Mornington MP, David Morris, has demanded the Minister for Planning “call in” and reject the application for planning approval for a retirement village in Kunyung Road, Mount Eliza.

The first application lodged for the land was rejected by VCAT on appeal, after an initial refusal by the Shire Council. This time the applicant has taken their case straight to VCAT, by-passing council consideration.

Speaking in Parliament this week Mr Morris said:

This is the second planning application on this site. The first one was rejected, quite rightly…the second one should absolutely be rejected as well.

This is a site outside the urban growth boundary. It is a site in the area that amendment C270 seeks to rezone to green wedge. It is a landmark site right on the southern side of Mount Eliza.

What is proposed here is a development with a footprint of nearly 15 000 square metres. It is not a modest, sympathetic extension to an existing facility, it is a massive development—yes smaller than the first one, but it is an absolutely massive development with numerous three- and four-storey buildings…

To approve this application would be totally contrary to planning policies that go back to the 1970s in this area…this is a linear development between towns. It is effectively an expansion of the urban area of Mount Eliza…every expansion of the urban growth boundary needs to be agreed to by a motion by this house and by the other place…call it in and knock it on the head.

Further information: David Morris on 5975 4799

Mornington’s share of the State Budget – Not a whole lot!

In a welcome departure from its usual habit of ignoring the Mornington Electorate in the State Budget the Victorian Government has finally funded two desperately needed local projects.

After more than ten years of campaigning the Government has committed to re-build Mornington Special Development School, committing “at least $6.769 million” in today’s state budget. But students, parents and teachers shouldn’t be expecting immediate action as only a fraction of the funds allocated to the program will be spent in the next financial year. The budget papers show an “estimated completion date” of December 2025.

Despite the likely delay I am delighted the Government has finally seen sense. For too long this school has had to make do with sub-standard temporary accommodation, and no guarantee that the school would even remain on the current site. This announcement provides the certainty the school needs to confidently plan for the future.

The budget also provides funding for “critical works” on Mornington’s Fisherman’s Jetty which has been “temporarily closed” since 2020. The extent of the funding was not disclosed in the budget papers, so whether there will be enough money to actually re-open the jetty, or even when the works will be undertaken, remains uncertain. In spite of these misgivings I am pleased the Government has finally responded to my repeated calls for action.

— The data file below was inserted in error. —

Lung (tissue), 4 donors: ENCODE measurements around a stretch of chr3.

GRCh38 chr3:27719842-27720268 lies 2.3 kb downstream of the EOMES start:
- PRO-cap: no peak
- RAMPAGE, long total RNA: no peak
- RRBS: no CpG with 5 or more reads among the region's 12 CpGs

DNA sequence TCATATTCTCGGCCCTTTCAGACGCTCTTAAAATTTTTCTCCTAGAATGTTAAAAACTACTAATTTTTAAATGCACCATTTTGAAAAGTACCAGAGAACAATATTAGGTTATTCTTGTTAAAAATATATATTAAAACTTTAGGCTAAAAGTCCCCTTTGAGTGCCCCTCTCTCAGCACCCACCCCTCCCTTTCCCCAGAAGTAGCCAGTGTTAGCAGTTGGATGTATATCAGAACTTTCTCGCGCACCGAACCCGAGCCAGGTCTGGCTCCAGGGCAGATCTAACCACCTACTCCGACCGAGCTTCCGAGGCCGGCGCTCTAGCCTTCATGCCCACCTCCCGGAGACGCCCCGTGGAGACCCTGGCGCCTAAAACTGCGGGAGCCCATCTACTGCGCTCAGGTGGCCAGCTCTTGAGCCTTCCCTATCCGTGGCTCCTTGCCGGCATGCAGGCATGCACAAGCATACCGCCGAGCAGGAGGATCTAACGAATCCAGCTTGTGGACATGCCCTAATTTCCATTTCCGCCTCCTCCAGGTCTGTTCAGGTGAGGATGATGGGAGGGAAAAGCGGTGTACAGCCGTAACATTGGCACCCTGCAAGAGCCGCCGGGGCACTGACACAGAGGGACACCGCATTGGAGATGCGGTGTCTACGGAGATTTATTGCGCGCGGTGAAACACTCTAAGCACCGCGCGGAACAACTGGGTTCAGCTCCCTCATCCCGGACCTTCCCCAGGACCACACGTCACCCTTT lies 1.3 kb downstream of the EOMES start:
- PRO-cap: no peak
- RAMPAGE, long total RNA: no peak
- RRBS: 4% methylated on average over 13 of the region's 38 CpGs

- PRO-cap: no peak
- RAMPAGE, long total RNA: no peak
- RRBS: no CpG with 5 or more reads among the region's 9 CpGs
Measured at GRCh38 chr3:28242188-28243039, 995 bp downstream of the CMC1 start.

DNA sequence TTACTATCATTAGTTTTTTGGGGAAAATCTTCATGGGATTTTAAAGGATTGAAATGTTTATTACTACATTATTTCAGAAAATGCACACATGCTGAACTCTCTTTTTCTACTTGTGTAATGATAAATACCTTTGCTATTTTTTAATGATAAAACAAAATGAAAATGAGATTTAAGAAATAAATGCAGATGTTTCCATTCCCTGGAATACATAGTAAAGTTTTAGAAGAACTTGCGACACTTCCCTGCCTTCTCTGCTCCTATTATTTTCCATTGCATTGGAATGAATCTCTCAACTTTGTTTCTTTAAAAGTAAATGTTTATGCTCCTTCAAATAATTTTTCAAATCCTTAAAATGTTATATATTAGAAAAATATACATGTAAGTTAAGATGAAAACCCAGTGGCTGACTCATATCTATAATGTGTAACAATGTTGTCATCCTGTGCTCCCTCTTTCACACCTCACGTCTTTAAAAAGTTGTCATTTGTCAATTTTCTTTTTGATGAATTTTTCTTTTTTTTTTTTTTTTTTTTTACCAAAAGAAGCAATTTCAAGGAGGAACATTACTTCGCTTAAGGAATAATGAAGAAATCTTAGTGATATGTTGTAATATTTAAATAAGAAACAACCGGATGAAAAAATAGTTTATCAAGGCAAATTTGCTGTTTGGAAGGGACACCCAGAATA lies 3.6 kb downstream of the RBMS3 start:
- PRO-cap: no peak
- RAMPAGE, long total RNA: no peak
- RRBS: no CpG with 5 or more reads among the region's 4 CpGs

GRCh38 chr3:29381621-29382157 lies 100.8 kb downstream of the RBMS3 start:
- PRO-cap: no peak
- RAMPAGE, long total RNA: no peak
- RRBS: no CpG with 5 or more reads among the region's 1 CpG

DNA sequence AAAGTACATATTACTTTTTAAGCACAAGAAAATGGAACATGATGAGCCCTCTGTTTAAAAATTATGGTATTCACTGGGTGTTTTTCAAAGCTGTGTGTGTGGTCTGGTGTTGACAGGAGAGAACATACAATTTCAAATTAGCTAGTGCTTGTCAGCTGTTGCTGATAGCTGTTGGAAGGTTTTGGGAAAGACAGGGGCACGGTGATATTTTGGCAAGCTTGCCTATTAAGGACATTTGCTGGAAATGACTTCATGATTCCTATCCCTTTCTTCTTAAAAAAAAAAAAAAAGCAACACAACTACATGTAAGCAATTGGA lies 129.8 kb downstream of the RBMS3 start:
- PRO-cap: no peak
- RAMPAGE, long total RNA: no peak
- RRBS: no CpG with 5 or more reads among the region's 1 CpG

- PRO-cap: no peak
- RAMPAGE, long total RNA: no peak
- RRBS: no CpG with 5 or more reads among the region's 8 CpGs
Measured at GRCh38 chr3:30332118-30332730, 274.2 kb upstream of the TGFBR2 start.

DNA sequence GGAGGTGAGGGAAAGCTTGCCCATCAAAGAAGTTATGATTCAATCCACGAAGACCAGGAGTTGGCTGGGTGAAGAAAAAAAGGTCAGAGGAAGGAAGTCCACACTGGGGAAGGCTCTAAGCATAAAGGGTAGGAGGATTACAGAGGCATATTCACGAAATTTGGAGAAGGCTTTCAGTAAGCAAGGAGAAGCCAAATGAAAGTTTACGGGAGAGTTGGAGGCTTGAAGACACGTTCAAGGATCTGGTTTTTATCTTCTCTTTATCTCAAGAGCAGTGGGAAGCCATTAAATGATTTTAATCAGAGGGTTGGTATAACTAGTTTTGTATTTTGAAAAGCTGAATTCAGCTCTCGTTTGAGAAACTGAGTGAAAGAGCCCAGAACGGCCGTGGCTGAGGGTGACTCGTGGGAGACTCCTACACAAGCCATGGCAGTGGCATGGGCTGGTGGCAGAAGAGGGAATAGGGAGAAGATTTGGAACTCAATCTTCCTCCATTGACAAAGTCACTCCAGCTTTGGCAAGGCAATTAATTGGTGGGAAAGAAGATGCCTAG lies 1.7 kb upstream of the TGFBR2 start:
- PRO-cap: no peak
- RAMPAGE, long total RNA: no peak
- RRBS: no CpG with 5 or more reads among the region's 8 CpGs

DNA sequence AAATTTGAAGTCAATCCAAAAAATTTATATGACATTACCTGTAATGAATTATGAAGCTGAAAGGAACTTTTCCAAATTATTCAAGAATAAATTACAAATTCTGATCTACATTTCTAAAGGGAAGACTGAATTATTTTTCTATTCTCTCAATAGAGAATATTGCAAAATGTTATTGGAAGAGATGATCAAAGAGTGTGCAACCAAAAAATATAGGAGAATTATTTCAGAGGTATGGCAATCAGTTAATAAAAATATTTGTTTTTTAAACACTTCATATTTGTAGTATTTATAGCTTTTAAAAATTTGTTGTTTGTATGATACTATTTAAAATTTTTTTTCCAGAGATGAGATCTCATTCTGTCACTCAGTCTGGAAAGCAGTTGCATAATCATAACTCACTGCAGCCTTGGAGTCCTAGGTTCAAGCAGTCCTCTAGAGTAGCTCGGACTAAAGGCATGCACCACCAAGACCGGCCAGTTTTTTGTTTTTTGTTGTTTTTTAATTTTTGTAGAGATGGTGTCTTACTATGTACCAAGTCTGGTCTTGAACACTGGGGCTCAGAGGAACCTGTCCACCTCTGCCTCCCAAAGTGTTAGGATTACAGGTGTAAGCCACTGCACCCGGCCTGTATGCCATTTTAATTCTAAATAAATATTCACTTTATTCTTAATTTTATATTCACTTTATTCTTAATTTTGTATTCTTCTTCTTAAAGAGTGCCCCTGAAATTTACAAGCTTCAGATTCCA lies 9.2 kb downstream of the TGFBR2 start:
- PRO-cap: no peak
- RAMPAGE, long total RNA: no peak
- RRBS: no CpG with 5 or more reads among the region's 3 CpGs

These small wins are long overdue, but too many desperately needed projects were overlooked in this budget including:

  • Action to fix congestion on Bungower Road and Mornington-Tyabb Road
  • Desperately needed safety works at the intersections of Forest Drive and Uralla Road with Nepean Highway in Mount Martha
  • Long overdue and much needed investment in Mornington Park Primary School and Mount Eliza Secondary College
  • No funding to back the Shire’s commitment to the Peninsula Trail between Moorooduc and Mornington.

This year’s state budget was pretty much what we’ve come to expect in the Mornington Electorate – not a whole lot!

1 Mount Eliza Way – Not For Sale

Mornington MP, David Morris, has called on the Andrews Government to abandon the sale of 1 Mount Eliza Way, and to work with the local community to retain this important site in public ownership.

No. 1 Mount Eliza Way forms part of the gateway to the Mount Eliza Village. It is a 2600-square metre block, with an asking price of $2 million to $2.2 million.
Speaking in Parliament this week, Mr Morris said the impact of the government’s financial recklessness is becoming evident with the sale of assets, including this site, to prop up the budget.

“The issue is that the government is doing this with absolutely no warning.”

“This land has been a reserve for as long as anyone can remember, and in fact when I looked at the Landata map last night, it is identified as the Mount Eliza Way Reserve. It appears it was a road reserve purchase that is no longer required and is now being disposed of.”

“The recent report from the Environment and Planning Committee, made the point that requiring highest and best use, which is government policy, leads to loss of sites such as this—sites that have been used for passive recreation for decades if not significantly more. This one probably goes back to the 1960s, when the road was constructed.”

“This is the main gateway to Mount Eliza. It is an absolutely critical site. It will have a significant impact on the treescape if this proceeds and is developed.

Volunteer Emergency Services Grants in Mornington

Member for Mornington David Morris MP has welcomed support for two local lifesaving clubs.  Mornington Life Saving Club will receive $2,270 and Mount Martha Life Saving Club will receive $24,156 in funding, as part of the latest round of Volunteer Emergency Services Equipment Program (VESEP) Grants. 

The grants will assist the clubs in buying lifesaving equipment. 

“Our lifesaving clubs provide vital safety and educational services to the local community,” Mr Morris said.  “The $26,426 in combined grants will help the two clubs to deliver on Life Saving Victoria’s vision of educating the community about water safety, resuscitation and swimming, while providing safe aquatic environments and venues for all.”